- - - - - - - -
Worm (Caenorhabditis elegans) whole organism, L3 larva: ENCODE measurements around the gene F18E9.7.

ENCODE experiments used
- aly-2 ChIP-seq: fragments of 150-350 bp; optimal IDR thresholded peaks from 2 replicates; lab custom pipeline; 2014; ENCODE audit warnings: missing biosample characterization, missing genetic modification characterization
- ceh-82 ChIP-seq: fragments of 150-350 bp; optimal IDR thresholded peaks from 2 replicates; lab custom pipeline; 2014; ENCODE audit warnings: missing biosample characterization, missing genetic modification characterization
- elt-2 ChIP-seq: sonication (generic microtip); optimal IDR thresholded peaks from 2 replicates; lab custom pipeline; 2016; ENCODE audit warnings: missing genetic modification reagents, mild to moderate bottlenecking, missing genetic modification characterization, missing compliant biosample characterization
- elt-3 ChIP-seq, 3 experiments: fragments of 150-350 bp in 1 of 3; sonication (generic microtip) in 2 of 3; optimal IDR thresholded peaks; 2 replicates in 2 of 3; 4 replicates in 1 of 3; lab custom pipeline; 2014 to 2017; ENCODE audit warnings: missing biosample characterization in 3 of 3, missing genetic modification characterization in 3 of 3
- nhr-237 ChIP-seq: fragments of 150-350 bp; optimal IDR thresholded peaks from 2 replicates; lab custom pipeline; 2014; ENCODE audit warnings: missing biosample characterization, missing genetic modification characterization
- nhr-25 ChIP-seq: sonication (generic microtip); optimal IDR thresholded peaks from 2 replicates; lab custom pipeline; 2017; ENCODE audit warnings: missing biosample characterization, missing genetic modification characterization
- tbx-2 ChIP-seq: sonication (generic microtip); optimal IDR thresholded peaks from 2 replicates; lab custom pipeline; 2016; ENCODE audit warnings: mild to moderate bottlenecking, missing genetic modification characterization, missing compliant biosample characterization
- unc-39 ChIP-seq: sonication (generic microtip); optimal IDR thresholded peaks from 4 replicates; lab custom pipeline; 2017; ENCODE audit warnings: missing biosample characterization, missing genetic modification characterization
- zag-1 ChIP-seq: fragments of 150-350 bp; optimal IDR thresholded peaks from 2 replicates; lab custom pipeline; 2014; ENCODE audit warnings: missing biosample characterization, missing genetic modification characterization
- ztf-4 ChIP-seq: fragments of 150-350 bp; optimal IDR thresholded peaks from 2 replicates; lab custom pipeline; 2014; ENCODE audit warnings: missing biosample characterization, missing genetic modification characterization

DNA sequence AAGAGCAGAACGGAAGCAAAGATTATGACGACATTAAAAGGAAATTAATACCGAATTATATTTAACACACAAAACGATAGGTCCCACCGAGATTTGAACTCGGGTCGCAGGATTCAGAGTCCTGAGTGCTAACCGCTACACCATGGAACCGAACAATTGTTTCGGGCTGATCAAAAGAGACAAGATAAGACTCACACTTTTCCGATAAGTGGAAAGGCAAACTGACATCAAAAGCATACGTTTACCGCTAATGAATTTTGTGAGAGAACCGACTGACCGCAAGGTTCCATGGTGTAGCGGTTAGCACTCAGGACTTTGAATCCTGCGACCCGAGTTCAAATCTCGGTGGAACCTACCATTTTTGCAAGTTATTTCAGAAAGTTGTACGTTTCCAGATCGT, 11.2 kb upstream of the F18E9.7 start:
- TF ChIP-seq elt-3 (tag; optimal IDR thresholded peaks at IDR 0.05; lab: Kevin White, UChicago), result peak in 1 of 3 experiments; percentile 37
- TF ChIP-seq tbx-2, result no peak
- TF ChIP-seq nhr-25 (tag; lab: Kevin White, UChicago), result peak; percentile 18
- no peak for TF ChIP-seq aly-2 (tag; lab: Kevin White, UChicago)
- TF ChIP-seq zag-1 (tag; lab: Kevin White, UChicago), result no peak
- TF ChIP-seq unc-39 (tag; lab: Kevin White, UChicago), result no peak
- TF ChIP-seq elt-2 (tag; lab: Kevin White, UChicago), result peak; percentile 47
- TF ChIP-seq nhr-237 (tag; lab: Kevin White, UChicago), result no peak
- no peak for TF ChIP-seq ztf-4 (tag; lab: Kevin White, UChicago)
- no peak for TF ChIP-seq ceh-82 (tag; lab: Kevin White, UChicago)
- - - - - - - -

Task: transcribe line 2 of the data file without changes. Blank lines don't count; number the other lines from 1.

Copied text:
ENCODE experiments used